Sex chromosomes can evolve gene contents that differ from the rest of the genome, as well as larger sex differences in gene expression compared with autosomes. This probably occurs because fully sex-linked beneficial mutations substitute at different rates from autosomal ones, especially when fitness effects are sexually antagonistic (SA). The evolutionary properties of genes located in the recombining pseudoautosomal region (PAR) of a sex chromosome have not previously been modeled in detail. Such PAR genes differ from classical sex-linked genes by having two alleles at a locus in both sexes; in contrast to autosomal genes, however, variants can become associated with gender. The evolutionary fates of PAR genes may therefore differ from those of either autosomal or fully sex-linked genes. Here, we model their evolutionary dynamics by deriving expressions for the selective advantages of PAR gene mutations under different conditions. We show that, unless selection is very strong, the probability of invasion of a population by an SA mutation is usually similar to that of an autosomal mutation, unless there is close linkage to the sex-determining region. Most PAR genes should thus evolve similarly to autosomal rather than sex-linked genes, unless recombination is very rare in the PAR.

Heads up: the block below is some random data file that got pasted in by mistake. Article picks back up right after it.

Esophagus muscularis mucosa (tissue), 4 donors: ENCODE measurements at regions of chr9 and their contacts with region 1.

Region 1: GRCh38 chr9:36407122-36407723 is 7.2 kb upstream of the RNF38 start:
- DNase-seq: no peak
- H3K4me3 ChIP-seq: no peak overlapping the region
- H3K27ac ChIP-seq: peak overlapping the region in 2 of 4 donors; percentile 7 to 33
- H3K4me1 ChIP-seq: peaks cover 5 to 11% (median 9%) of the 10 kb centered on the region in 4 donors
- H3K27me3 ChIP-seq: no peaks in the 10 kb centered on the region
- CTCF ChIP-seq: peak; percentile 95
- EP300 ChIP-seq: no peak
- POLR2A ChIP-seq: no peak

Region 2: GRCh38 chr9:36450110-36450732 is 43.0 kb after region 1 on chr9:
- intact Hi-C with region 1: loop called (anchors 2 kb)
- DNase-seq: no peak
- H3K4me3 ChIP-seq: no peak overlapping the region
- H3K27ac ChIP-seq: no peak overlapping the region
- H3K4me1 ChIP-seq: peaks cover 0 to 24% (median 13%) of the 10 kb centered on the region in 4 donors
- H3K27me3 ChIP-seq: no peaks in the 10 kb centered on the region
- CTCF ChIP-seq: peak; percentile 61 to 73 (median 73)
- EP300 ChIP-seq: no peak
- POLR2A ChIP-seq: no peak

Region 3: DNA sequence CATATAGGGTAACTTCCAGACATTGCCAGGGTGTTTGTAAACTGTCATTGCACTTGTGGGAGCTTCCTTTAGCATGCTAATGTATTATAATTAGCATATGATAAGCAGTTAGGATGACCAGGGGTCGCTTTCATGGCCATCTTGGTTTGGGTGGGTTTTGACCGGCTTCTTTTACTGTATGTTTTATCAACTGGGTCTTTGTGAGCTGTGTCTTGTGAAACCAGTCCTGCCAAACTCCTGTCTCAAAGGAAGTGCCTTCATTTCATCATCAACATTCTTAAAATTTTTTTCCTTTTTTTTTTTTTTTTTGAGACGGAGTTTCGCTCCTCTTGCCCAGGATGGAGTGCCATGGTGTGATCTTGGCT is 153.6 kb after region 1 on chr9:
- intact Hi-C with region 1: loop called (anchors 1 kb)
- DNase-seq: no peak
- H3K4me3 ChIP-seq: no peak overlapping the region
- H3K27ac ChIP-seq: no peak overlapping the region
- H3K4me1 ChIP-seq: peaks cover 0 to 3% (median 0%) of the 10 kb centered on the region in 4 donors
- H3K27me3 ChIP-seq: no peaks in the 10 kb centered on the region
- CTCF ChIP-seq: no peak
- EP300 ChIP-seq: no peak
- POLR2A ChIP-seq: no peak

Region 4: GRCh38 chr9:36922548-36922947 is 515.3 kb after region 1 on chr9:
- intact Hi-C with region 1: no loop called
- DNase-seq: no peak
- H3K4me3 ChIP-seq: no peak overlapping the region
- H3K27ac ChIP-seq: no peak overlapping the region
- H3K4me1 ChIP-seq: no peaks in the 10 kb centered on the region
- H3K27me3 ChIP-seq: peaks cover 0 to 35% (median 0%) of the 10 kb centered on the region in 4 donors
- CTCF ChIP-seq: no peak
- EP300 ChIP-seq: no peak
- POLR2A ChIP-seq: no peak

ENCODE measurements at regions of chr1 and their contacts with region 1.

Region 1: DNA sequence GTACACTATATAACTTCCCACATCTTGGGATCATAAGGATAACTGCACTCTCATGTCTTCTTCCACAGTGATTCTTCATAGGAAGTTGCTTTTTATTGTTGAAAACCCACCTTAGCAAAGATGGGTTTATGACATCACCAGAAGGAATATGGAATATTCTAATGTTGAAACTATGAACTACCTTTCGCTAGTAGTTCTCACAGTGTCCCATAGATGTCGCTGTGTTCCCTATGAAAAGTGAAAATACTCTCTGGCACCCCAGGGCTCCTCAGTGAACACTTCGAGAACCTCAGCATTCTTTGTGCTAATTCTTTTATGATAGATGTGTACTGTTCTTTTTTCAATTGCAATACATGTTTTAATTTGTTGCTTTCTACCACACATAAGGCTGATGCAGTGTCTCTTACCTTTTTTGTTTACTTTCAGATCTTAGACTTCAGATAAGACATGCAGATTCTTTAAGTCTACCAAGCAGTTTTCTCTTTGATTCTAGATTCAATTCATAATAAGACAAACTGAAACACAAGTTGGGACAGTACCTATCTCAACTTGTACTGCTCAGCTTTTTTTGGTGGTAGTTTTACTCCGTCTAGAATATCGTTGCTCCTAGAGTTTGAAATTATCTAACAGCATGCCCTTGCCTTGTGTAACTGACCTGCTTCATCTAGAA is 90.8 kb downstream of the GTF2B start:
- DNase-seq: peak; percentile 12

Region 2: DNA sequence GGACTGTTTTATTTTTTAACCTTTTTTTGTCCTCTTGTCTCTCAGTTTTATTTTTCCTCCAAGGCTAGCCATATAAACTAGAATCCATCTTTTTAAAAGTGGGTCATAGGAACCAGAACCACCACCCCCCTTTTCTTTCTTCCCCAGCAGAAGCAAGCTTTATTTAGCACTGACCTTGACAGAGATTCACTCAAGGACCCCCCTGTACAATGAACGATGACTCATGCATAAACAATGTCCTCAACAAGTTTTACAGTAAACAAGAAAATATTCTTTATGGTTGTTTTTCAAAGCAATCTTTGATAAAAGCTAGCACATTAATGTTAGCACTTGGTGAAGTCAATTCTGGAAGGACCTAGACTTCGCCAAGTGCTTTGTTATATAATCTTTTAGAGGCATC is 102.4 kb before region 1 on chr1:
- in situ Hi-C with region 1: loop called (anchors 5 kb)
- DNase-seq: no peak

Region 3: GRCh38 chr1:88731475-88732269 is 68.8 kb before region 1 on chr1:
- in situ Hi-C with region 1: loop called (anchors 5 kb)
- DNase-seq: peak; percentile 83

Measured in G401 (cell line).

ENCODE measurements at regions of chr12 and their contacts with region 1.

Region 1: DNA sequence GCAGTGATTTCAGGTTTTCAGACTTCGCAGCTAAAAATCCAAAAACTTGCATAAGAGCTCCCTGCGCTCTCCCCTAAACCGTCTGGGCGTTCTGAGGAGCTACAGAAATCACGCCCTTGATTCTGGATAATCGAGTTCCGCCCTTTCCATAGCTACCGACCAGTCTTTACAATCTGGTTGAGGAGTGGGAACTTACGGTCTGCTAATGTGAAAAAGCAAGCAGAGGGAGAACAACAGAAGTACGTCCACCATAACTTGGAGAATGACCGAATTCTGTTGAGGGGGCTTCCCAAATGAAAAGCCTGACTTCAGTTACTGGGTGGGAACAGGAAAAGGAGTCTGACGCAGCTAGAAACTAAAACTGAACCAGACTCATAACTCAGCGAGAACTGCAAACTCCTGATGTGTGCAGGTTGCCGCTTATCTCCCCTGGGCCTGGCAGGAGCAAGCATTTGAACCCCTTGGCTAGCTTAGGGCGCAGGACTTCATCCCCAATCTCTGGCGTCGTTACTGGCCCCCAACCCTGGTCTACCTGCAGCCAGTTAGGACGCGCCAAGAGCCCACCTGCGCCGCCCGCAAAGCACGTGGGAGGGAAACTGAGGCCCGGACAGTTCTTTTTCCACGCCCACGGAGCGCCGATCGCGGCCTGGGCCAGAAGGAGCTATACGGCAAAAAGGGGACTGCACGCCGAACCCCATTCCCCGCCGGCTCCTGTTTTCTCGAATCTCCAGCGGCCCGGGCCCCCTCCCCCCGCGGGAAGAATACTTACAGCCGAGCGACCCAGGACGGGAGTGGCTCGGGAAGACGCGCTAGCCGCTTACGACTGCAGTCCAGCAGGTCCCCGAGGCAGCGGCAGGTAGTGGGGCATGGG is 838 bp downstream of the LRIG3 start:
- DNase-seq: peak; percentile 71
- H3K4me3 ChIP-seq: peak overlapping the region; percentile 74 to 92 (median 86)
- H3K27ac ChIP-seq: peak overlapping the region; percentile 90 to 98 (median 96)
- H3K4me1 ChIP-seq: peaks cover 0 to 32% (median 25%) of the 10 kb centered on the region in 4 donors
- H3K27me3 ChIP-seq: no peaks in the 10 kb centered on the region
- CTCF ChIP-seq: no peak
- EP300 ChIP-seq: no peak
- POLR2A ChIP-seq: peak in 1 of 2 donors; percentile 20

Keywords: Gene expression; pseudoautosomal region; recombination; sex chromosomes; sexual antagonism.
© 2014 The Authors. Evolution published by Wiley Periodicals, Inc. on behalf of The Society for the Study of Evolution.